An LTE is just a new advancement that will likely be outdone by an even newer, faster, more convenient way of connecting before too long. Then the price will go down. If I were you, I would wait until then to get my new hook up.

However, me being who I am, plan to get one as soon as humanly and financially possible.


I am totally one of those people that are not really big on getting tracked down all of the time via cell phone. So, if you ever come down south and see that one little lady without a phone attached to her ear or hands, you will know it’s me. I think I am the only one in a hundred mile area, at least.

I don’t care one bit about getting on the internet from my phone. I have a computer for that, and it is with me almost all of the time.

So, for a lady like myself who has not yet caught on to the phenomenon of constant phone attachment, is there any reason that I should get one of these expensive LTE models. My phone company seems to think that I should, but I’m not yet convinced.

I'm actually thinking of downgrading to a prepaid cell phone. That's how little I use my plan now!


@stl156 - I think I'm going to get an LTE phone at my next contract renewal with my cell phone company. They sound really amazing. Unfortunately I'm not due for my upgrade for about another year. Although hopefully then the prices will have dropped a little bit!


@kentuckycat - I believe most of the e-readers that are currently on the market offer either wi-fi or 3G connectivity. It sounds like yours is probably a 3G model, maybe a Nook or a Kindle.

With advances in technology maybe someone will come out with an LTE e-reader but I kind of doubt it. It seems like most of the new e-ereaders, such as the new Nook and the most recent Kobo have decided to offer wireless only.

In my opinion the next place LTE will show up is the tablet market, probably in the iPad first.


@jcraig - That is a very good question. I hadn't even heard of WiMAX until recently. My understanding is that WiMAX works much like a wireless router. A service provider can simply broadcast a signal over a certain area. I believe it works using towers rather than satellites.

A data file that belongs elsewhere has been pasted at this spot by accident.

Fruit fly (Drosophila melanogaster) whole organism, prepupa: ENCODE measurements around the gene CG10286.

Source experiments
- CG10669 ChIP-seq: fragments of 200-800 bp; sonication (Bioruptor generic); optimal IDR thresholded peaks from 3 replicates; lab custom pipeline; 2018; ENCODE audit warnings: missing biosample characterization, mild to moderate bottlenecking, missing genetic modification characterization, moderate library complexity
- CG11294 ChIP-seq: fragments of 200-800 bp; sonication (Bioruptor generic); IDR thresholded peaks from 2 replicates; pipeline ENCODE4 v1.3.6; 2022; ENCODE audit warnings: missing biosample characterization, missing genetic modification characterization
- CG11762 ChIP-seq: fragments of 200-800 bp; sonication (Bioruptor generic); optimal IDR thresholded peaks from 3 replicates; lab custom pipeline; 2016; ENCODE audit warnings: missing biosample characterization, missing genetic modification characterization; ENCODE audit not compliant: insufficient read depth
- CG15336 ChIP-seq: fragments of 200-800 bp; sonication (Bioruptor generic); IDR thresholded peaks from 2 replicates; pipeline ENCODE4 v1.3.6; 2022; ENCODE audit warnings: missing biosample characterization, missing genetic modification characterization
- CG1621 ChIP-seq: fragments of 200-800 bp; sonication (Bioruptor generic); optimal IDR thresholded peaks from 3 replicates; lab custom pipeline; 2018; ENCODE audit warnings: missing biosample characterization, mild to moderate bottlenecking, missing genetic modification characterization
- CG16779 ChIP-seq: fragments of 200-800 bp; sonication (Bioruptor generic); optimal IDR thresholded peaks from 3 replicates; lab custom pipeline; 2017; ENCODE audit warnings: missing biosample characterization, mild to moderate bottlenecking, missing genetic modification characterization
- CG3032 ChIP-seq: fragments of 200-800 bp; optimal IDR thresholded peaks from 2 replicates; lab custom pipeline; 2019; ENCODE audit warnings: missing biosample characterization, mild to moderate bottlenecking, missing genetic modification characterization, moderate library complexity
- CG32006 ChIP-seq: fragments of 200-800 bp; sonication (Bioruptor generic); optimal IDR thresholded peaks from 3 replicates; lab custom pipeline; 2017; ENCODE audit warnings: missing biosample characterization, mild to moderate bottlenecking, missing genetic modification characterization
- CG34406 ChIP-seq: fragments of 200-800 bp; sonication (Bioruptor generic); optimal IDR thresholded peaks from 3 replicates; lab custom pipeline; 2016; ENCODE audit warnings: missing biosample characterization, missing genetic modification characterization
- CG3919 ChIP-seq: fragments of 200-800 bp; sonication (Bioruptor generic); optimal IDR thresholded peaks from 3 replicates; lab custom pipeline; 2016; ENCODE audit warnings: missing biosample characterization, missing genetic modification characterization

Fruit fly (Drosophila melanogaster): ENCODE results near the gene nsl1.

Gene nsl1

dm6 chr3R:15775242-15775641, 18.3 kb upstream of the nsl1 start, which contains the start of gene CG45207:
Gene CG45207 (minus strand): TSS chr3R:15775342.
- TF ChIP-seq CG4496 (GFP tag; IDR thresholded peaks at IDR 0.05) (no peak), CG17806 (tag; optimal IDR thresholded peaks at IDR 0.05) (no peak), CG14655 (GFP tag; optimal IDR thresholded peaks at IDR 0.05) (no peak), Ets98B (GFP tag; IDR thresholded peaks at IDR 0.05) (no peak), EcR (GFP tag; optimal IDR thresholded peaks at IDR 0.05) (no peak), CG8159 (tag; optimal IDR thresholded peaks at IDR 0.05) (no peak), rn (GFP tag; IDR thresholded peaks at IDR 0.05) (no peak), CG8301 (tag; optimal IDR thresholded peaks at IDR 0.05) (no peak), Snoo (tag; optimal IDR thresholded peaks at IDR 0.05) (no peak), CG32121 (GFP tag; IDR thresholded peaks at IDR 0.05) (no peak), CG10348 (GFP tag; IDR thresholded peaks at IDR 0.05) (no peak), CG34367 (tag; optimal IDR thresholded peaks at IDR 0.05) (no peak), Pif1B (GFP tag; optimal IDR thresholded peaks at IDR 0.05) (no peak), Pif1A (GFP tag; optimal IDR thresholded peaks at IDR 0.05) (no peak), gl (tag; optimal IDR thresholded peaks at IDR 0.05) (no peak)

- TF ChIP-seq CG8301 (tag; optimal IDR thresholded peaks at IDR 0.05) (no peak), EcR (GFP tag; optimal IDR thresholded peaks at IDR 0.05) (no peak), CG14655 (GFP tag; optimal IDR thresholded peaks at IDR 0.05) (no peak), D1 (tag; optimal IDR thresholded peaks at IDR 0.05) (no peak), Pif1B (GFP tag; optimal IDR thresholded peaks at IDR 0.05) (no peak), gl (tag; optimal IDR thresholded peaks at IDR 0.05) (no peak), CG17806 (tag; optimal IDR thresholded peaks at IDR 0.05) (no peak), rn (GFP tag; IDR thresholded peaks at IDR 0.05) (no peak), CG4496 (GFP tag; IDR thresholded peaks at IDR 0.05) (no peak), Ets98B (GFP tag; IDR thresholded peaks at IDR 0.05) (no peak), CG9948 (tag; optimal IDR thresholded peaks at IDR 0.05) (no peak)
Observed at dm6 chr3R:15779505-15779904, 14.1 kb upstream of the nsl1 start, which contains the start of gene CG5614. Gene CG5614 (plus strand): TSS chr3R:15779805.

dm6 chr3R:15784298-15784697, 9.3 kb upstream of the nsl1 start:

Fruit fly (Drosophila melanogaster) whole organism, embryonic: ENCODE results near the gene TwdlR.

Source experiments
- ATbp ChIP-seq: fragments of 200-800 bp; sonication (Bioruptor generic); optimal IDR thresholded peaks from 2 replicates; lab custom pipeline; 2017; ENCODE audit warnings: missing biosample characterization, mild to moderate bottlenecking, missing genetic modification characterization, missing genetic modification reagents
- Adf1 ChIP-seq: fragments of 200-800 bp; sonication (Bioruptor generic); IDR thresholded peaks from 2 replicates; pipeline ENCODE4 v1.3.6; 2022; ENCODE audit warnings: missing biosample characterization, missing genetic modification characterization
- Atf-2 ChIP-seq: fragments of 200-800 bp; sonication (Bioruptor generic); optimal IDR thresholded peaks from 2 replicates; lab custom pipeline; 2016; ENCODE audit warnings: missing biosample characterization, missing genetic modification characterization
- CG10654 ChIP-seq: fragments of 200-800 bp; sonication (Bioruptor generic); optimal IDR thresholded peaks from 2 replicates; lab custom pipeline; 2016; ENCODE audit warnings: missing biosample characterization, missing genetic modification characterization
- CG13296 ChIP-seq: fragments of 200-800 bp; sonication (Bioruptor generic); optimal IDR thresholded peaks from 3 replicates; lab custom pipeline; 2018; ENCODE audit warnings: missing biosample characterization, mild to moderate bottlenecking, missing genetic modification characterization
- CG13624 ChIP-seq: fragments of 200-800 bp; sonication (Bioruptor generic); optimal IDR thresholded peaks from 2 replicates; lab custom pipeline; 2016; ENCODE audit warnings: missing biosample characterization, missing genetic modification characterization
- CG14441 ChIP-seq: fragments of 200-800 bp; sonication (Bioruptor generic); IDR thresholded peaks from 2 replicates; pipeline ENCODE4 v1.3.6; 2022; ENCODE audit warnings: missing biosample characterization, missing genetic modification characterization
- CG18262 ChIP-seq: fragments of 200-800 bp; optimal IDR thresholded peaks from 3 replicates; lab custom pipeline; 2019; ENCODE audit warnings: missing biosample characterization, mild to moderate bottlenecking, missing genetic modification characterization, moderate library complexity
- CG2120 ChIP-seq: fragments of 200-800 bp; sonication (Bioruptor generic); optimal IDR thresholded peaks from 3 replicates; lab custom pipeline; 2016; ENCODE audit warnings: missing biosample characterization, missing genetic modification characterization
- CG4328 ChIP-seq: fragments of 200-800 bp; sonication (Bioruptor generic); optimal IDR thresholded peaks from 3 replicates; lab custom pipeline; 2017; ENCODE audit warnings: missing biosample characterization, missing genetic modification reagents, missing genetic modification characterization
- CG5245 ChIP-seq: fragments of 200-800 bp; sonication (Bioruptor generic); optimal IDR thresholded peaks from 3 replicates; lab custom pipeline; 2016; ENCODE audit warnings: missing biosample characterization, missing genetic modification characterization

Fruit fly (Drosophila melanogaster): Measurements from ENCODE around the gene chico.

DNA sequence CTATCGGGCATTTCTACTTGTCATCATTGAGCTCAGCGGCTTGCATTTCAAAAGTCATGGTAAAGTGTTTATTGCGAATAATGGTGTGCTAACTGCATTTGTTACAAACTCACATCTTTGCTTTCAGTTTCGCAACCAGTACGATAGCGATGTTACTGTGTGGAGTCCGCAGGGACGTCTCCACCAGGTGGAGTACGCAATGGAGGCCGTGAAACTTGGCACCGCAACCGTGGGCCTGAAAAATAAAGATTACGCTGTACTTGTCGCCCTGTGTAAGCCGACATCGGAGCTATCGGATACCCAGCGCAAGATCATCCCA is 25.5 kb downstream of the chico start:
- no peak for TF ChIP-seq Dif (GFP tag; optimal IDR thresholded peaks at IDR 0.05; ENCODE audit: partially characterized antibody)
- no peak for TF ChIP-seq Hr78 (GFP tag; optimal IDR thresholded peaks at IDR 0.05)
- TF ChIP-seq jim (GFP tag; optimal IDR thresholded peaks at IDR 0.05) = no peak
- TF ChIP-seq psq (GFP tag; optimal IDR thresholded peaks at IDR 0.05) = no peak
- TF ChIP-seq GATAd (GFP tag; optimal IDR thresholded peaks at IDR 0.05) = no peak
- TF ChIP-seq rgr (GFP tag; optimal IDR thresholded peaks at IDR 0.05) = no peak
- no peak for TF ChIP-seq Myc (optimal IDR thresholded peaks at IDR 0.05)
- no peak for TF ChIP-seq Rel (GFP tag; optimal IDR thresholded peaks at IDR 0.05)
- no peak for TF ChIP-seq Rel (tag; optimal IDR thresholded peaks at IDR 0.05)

If WiMAX truly has the same signal strength as WIFI, I would have to say it wins in the LTE vs. WIMAX battle. I'm sure LTE will make more advancements in the coming years, though.

Maybe someone else can shed more light on the subject, but I'm not sure where WiMAX can be found at the moment. I live in a fairly large city, and I've heard no mention of it being available. It does sound like a great idea, though.


Is anyone here familiar with how LTE and WiMAX are different? This article helped me understand more about LTE and 4G, but I've heard talk about WiMAX lately.

From what I know, the service can be used to connect cell phones and computers to the internet, but I'm still lost as to how. Is this even correct?


When the article mentions tablet computers that can use LTE wireless technology, does this include e-readers?

I recently bought an e-reader that is able to connect to the internet from anywhere with a signal. It is not WIFI, though. My connect is very strong, and I can download new books in a matter of minutes.

Maybe the day will come when this technology advances to the point where it can be used with a desktop computer. The fewer wires the better, right?


It's amazing how quickly cell phone technology can advance. I recently switched to a carrier that offers LTE technology, and the difference is amazing.

I remember the 2G technology of a few years ago. It was still impressive that we could access the internet so quickly on a phone, but compared to current advancements, there is no contest. What will they come up with next?